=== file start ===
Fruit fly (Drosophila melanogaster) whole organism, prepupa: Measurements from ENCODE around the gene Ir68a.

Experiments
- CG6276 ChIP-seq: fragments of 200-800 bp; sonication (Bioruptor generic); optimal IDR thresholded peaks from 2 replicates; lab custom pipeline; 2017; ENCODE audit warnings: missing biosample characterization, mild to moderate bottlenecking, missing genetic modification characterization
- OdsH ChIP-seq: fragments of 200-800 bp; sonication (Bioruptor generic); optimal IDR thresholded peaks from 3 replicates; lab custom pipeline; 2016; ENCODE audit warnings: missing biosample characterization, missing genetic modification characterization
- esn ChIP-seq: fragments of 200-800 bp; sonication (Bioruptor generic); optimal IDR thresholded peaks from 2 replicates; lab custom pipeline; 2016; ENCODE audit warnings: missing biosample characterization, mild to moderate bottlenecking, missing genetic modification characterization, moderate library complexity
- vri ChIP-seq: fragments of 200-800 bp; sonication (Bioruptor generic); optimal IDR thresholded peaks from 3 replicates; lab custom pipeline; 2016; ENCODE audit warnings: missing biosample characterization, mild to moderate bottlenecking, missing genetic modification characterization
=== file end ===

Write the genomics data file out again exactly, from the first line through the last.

Fruit fly (Drosophila melanogaster) whole organism, prepupa: Measurements from ENCODE around the gene Ir68a.

Experiments
- CG6276 ChIP-seq: fragments of 200-800 bp; sonication (Bioruptor generic); optimal IDR thresholded peaks from 2 replicates; lab custom pipeline; 2017; ENCODE audit warnings: missing biosample characterization, mild to moderate bottlenecking, missing genetic modification characterization
- OdsH ChIP-seq: fragments of 200-800 bp; sonication (Bioruptor generic); optimal IDR thresholded peaks from 3 replicates; lab custom pipeline; 2016; ENCODE audit warnings: missing biosample characterization, missing genetic modification characterization
- esn ChIP-seq: fragments of 200-800 bp; sonication (Bioruptor generic); optimal IDR thresholded peaks from 2 replicates; lab custom pipeline; 2016; ENCODE audit warnings: missing biosample characterization, mild to moderate bottlenecking, missing genetic modification characterization, moderate library complexity
- vri ChIP-seq: fragments of 200-800 bp; sonication (Bioruptor generic); optimal IDR thresholded peaks from 3 replicates; lab custom pipeline; 2016; ENCODE audit warnings: missing biosample characterization, mild to moderate bottlenecking, missing genetic modification characterization